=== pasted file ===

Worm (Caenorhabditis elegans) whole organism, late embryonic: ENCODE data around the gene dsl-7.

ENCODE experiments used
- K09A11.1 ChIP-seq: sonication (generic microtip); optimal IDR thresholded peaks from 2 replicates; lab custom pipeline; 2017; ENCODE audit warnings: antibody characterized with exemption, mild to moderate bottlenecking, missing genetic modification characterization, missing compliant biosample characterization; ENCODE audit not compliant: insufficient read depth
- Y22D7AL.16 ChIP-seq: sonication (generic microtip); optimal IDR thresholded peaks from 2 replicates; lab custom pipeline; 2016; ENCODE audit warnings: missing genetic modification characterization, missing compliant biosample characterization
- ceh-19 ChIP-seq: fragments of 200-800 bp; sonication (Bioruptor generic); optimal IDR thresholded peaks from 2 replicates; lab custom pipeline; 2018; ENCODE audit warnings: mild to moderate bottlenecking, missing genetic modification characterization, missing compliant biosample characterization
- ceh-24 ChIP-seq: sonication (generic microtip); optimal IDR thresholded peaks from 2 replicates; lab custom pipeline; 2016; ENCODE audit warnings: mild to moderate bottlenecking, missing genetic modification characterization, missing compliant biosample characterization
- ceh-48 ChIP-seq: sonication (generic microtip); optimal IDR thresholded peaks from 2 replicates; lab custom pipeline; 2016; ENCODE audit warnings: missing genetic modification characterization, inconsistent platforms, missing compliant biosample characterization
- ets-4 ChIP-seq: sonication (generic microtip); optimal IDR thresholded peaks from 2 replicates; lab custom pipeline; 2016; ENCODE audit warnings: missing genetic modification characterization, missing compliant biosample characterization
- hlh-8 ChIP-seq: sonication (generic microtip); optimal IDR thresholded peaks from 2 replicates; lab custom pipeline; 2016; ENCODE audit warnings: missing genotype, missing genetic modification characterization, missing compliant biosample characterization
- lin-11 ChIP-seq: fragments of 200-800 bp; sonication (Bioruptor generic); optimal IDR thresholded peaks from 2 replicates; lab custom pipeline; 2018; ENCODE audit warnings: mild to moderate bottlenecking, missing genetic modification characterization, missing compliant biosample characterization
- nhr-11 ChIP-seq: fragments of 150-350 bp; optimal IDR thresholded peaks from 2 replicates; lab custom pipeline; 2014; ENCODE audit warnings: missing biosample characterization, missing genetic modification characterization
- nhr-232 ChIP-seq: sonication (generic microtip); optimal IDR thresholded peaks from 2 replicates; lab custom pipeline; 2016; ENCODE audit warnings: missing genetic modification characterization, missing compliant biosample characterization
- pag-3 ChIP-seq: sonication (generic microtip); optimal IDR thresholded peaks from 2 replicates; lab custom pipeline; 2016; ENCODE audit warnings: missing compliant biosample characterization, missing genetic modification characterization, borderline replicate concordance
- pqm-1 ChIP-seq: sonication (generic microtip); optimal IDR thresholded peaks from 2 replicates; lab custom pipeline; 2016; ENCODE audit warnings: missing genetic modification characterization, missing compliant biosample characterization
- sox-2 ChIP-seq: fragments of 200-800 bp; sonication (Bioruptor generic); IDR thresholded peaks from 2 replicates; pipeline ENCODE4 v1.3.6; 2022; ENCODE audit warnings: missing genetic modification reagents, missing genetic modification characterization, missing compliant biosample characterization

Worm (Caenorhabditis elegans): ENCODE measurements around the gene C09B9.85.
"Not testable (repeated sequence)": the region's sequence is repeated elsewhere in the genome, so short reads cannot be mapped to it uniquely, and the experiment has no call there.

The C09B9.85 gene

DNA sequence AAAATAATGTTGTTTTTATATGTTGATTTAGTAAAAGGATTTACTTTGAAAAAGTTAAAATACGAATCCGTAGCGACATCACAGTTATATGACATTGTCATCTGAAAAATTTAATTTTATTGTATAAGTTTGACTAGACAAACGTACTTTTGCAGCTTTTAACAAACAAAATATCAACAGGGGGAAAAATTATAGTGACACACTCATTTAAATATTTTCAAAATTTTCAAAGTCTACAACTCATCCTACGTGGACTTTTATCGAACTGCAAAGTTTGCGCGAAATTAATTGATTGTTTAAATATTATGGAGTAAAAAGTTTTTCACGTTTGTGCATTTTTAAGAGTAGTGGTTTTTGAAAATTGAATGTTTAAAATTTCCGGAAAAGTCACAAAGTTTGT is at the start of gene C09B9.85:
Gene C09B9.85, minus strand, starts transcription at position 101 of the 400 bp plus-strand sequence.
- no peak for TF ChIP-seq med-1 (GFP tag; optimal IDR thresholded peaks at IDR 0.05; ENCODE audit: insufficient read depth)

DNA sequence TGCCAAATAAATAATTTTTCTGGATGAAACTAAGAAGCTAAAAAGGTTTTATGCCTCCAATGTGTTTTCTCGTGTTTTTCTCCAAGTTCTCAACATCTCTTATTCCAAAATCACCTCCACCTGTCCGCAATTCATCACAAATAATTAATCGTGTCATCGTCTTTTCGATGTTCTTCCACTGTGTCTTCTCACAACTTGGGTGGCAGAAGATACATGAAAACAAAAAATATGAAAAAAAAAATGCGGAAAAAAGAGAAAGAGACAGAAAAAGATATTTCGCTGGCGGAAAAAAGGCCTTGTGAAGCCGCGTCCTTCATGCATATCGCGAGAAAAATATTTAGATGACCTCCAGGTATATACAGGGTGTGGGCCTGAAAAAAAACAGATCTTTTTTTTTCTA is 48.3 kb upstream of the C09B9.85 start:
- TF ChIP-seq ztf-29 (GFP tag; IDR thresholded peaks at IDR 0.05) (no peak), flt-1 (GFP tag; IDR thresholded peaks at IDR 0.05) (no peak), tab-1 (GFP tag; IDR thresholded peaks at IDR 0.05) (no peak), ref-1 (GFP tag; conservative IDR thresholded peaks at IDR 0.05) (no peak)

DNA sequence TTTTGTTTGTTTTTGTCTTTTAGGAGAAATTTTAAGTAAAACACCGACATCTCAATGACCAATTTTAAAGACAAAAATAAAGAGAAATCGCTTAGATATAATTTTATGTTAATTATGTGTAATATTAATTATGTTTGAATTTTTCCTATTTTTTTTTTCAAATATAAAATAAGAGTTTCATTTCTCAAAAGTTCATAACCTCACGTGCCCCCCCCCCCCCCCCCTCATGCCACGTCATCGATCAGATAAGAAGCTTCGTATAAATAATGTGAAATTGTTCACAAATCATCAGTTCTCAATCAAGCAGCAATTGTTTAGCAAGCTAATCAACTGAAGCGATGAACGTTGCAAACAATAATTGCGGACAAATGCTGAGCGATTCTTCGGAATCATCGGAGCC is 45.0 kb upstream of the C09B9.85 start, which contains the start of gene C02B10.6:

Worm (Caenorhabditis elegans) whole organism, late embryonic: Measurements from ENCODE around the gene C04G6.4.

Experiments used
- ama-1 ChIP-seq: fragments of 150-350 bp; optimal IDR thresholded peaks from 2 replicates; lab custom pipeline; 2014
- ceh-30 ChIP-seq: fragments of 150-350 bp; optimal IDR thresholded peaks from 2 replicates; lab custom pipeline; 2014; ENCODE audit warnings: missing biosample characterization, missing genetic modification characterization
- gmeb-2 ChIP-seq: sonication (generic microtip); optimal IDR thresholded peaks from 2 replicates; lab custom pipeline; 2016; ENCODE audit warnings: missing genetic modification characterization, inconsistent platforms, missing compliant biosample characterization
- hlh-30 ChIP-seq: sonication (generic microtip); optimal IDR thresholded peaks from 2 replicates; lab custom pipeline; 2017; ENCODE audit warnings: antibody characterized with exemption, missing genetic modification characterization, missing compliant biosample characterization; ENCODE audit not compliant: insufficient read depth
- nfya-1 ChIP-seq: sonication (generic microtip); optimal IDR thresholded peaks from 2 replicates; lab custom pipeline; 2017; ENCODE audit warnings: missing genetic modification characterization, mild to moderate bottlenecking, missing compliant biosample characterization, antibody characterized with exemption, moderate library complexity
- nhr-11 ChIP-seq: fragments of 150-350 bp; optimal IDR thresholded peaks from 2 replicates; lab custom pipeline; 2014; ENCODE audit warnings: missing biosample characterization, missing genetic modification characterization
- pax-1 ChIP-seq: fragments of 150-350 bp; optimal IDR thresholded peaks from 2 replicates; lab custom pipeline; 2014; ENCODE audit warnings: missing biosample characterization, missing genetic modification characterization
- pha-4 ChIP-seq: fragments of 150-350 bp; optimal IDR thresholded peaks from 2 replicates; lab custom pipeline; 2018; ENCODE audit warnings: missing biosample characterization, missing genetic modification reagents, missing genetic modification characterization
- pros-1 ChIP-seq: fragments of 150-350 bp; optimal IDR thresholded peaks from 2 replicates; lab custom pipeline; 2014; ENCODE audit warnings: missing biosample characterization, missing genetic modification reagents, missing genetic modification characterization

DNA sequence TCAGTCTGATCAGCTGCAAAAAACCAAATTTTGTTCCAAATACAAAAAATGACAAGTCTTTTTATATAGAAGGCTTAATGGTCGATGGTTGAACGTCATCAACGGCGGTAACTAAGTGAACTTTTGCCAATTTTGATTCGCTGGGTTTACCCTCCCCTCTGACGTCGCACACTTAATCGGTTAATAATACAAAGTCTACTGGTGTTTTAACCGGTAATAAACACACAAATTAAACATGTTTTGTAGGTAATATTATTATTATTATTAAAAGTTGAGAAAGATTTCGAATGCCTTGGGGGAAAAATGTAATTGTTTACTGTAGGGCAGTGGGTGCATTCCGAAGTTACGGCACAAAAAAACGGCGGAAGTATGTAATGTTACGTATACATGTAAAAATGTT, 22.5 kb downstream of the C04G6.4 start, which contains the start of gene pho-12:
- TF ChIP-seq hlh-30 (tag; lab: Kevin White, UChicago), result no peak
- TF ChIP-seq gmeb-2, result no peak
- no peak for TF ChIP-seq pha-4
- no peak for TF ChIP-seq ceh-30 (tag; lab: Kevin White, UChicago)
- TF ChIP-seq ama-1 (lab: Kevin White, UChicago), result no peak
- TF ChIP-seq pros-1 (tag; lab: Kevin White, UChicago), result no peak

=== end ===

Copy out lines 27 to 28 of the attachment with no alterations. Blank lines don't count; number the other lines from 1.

- ama-1 ChIP-seq: fragments of 150-350 bp; optimal IDR thresholded peaks from 2 replicates; lab custom pipeline; 2014
- ceh-30 ChIP-seq: fragments of 150-350 bp; optimal IDR thresholded peaks from 2 replicates; lab custom pipeline; 2014; ENCODE audit warnings: missing biosample characterization, missing genetic modification characterization